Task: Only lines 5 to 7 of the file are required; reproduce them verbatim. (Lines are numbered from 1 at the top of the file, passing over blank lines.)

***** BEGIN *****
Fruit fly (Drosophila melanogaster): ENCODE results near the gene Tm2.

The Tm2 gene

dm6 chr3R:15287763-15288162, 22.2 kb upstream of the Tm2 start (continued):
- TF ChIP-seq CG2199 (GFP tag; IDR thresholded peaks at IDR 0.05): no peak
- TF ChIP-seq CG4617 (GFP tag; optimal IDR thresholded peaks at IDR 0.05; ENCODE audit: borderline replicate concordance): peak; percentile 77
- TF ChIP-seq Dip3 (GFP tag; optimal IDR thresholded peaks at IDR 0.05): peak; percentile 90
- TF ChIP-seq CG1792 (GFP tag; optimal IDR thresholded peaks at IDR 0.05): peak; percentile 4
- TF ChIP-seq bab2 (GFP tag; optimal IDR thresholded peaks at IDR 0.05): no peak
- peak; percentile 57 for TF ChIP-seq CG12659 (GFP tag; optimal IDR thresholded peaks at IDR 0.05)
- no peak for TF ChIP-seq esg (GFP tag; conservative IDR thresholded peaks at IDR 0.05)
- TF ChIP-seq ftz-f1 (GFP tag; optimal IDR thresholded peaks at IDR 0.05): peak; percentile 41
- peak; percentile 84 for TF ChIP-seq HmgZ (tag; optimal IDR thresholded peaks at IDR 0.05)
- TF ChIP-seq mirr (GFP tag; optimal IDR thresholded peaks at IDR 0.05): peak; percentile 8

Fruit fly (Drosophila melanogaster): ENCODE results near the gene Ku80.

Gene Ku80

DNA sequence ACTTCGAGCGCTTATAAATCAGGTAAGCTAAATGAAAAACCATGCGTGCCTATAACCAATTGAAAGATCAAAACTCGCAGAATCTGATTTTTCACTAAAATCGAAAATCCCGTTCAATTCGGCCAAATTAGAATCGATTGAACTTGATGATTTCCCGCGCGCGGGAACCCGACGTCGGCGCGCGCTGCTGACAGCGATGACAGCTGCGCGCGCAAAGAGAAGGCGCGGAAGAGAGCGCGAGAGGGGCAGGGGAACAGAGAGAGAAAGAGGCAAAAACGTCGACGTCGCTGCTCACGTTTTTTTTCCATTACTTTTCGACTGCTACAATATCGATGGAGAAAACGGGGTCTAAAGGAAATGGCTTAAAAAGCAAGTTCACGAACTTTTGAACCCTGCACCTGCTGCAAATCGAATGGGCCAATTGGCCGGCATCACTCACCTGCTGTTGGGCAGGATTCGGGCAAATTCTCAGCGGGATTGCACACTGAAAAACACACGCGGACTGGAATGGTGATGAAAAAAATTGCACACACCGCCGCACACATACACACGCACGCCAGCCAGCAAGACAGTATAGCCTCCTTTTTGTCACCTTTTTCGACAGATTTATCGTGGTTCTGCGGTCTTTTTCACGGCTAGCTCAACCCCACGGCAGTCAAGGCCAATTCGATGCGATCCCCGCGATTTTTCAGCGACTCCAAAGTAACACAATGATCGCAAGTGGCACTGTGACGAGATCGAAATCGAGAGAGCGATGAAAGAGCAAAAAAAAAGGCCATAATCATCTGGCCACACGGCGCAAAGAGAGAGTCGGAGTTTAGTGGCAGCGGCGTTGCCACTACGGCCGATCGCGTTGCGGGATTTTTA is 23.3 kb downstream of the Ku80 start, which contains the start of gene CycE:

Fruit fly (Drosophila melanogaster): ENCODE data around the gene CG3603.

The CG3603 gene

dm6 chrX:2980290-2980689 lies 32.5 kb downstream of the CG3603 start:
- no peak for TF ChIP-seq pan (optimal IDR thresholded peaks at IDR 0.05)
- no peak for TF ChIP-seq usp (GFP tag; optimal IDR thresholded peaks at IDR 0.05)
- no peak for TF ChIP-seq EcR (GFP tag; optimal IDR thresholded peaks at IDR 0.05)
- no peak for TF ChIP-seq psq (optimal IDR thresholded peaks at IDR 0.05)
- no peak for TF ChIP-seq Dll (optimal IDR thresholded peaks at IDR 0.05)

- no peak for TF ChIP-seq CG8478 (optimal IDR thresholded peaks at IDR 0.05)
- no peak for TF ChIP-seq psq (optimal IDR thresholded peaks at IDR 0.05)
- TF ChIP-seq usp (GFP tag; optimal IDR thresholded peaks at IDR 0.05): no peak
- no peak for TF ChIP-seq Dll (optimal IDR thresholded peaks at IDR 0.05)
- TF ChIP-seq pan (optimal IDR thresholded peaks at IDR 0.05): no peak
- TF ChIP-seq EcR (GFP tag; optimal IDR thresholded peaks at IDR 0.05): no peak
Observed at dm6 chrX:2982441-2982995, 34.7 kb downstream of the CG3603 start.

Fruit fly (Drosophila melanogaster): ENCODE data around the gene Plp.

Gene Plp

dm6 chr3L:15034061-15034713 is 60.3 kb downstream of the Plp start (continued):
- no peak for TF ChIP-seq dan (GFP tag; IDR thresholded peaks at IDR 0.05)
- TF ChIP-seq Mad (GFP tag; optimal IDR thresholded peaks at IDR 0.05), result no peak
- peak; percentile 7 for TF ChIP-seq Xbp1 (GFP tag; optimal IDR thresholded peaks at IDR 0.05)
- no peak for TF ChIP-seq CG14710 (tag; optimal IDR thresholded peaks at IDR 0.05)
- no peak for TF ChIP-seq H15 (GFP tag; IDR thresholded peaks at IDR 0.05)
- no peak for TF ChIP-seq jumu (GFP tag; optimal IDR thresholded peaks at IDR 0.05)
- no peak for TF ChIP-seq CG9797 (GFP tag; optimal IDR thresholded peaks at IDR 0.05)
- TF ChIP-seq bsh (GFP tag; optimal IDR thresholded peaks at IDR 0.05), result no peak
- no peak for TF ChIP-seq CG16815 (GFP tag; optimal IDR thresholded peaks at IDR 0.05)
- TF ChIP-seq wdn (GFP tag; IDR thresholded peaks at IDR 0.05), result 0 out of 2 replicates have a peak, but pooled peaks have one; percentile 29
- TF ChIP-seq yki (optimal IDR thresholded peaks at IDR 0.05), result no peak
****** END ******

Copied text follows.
- TF ChIP-seq CG4617 (GFP tag; optimal IDR thresholded peaks at IDR 0.05; ENCODE audit: borderline replicate concordance): peak; percentile 77
- TF ChIP-seq Dip3 (GFP tag; optimal IDR thresholded peaks at IDR 0.05): peak; percentile 90
- TF ChIP-seq CG1792 (GFP tag; optimal IDR thresholded peaks at IDR 0.05): peak; percentile 4